How to Practically Filter for Useful Information

Information can be used to control us, suppress us, and to misdirect us.

Information can be key to attaining power, and misinformation can be the trigger to losing it. Information does not come labelled and sorted for us. We seldom know if the information we take in is beneficial to our goals or detrimental to our success.

Our time is susceptible to being wasted by useless information, with others benefiting from the attention that we show. The more you think about it, the scarier our lack of control over what we allow to influence our thoughts and actions is. Some people try to save us with the information they present, some try to improve us, and some try to exploit us. How do we know who to trust and what to focus on?

This article hopes to encourage you to rely on your basic instinct of curiosity to act as the primary filter for the information you intake.

Your curiosity will set you apart from others who fail to utilize theirs. It will define you as a leader on the search of information, rather than a follower who has no say on what information influences their way of being. This article aims to motivate you on your journey towards independent thinking in an age where it’s become difficult to become an independent thinker.

There’s an overwhelming feeling that everything’s been thought of, all has been written about, and every sentence has been spoken. There’s tremendous pressure to paralyze ourselves with information which does not lead to positive action, but rather inhibit it. Let’s take a stab at embarking on a journey toward independent thinking.


Begin All Input With a Question

Our curiosity is a solid start to the path toward independent thought. If you find yourself browsing aimlessly and in-taking wasteful information, ask yourself what point you stopped following curiosity and started following the triggers demanding your attention. Begin every information-finding session with a sincere question based on your own curiosity. Take a moment to think about what you want to know, rather than what the world says that you should know. Make the information that you seek a proactive venture, rather than a reactive series of wasteful clicks.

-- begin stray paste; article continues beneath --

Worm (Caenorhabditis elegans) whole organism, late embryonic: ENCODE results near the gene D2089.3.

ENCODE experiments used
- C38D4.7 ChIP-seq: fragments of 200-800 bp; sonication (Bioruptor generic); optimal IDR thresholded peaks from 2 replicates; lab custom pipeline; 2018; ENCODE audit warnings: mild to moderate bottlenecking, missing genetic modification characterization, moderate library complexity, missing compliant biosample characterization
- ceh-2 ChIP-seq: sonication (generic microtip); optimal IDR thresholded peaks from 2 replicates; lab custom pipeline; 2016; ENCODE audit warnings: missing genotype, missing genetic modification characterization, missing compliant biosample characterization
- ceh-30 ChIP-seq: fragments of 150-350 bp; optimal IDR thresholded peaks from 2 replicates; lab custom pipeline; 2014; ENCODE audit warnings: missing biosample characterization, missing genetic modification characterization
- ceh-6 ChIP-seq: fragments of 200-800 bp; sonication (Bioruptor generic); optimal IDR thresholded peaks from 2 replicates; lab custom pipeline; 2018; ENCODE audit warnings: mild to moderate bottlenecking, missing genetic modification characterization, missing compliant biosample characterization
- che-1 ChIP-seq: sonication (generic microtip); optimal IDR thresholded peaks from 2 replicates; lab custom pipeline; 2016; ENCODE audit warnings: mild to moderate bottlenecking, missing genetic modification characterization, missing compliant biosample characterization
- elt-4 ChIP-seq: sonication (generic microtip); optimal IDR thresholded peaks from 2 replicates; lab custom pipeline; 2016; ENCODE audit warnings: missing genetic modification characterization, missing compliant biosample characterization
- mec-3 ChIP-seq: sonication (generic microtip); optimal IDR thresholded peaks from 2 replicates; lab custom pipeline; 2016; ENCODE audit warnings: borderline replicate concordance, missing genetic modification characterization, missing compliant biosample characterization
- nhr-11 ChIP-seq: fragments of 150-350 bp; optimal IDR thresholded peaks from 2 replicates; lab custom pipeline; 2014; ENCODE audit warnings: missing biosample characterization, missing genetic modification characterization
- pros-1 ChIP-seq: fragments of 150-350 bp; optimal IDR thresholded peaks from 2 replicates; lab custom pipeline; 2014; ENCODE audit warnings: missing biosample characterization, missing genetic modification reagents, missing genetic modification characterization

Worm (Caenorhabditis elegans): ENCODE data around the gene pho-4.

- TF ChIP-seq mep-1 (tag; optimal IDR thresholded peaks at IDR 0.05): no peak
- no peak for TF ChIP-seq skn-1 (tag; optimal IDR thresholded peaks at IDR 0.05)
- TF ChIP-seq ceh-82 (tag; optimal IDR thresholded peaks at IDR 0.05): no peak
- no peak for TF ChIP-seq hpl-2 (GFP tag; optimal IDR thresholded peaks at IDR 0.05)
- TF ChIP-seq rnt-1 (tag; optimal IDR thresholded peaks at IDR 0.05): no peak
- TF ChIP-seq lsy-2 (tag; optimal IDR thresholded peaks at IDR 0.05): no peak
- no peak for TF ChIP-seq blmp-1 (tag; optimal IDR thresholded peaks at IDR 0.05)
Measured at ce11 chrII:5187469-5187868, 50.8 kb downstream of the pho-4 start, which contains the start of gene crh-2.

Become skilled at asking your own questions and stay away from others dictating what you should be asking. Allow your curiosity to take you where no one else has been before. Allow others to label your path as wrong, as wasteful, and as ill-informed. Know that everyone else is merely following their own curious thought, and that you should always remain loyal to your own. If your curious thought pulls you in the direction others are traversing, don’t hesitate to follow. However, be very careful in shaping your curiosity to align with someone else’s. If you do, you’ll find yourself on cognitive journeys you didn’t choose to travel, and you’ll be pressured to think somebody else’s thoughts.

Remain loyal to your curious thoughts, and always allow them to lead you towards information you truly want to know. Begin any search for information with a question stemming from what you’re curious about most. Ask yourself, “What do I want to know at this moment in time?” Then venture toward that goal. Make your search for information a conscious effort rather than a passive following of triggers others put in place.


Connect Anything You See/Hear to Improving…

1. Yourself